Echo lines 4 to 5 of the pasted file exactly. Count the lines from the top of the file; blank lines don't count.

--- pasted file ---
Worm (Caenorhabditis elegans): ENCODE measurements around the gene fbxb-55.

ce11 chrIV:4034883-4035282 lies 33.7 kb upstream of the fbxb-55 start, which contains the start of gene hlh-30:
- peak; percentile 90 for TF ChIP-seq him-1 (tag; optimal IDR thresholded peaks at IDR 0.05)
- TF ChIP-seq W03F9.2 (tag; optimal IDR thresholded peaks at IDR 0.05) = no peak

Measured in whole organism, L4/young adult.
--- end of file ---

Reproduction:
- TF ChIP-seq W03F9.2 (tag; optimal IDR thresholded peaks at IDR 0.05) = no peak

Measured in whole organism, L4/young adult.